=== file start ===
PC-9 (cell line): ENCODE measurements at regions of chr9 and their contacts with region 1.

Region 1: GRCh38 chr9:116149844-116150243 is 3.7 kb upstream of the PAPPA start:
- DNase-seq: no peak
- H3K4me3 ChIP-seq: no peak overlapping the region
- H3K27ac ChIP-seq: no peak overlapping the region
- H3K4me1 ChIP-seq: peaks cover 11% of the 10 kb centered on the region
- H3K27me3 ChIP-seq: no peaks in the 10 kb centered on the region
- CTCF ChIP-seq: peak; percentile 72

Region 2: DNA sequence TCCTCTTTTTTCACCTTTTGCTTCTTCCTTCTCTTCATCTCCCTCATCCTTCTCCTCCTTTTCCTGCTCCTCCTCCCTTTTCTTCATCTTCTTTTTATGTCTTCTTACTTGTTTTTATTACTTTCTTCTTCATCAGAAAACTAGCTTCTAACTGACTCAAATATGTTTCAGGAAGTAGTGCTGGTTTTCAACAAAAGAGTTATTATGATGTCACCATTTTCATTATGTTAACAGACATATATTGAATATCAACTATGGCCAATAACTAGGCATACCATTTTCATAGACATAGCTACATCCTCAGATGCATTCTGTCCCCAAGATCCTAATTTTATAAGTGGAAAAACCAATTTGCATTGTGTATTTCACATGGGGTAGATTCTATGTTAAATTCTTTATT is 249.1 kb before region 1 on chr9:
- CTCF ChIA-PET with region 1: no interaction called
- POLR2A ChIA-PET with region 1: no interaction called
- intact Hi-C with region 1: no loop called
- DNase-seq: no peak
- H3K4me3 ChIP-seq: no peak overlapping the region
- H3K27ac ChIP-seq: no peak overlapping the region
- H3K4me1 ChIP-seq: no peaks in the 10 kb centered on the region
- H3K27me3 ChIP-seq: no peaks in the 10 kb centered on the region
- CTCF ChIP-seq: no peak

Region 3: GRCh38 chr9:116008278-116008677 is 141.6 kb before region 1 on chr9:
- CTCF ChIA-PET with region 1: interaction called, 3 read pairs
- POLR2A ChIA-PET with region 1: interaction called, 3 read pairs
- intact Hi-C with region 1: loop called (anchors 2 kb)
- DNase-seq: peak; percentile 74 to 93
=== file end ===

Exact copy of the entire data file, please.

PC-9 (cell line): ENCODE measurements at regions of chr9 and their contacts with region 1.

Region 1: GRCh38 chr9:116149844-116150243 is 3.7 kb upstream of the PAPPA start:
- DNase-seq: no peak
- H3K4me3 ChIP-seq: no peak overlapping the region
- H3K27ac ChIP-seq: no peak overlapping the region
- H3K4me1 ChIP-seq: peaks cover 11% of the 10 kb centered on the region
- H3K27me3 ChIP-seq: no peaks in the 10 kb centered on the region
- CTCF ChIP-seq: peak; percentile 72

Region 2: DNA sequence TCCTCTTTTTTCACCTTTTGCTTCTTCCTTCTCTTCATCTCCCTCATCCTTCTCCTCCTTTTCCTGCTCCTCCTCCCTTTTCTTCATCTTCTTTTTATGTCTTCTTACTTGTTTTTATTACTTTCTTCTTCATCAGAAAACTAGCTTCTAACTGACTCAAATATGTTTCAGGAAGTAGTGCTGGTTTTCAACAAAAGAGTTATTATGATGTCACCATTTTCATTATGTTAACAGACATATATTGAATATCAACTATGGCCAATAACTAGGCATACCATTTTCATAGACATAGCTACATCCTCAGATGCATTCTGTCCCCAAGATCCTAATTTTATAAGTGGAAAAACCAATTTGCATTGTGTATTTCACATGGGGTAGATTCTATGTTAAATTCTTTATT is 249.1 kb before region 1 on chr9:
- CTCF ChIA-PET with region 1: no interaction called
- POLR2A ChIA-PET with region 1: no interaction called
- intact Hi-C with region 1: no loop called
- DNase-seq: no peak
- H3K4me3 ChIP-seq: no peak overlapping the region
- H3K27ac ChIP-seq: no peak overlapping the region
- H3K4me1 ChIP-seq: no peaks in the 10 kb centered on the region
- H3K27me3 ChIP-seq: no peaks in the 10 kb centered on the region
- CTCF ChIP-seq: no peak

Region 3: GRCh38 chr9:116008278-116008677 is 141.6 kb before region 1 on chr9:
- CTCF ChIA-PET with region 1: interaction called, 3 read pairs
- POLR2A ChIA-PET with region 1: interaction called, 3 read pairs
- intact Hi-C with region 1: loop called (anchors 2 kb)
- DNase-seq: peak; percentile 74 to 93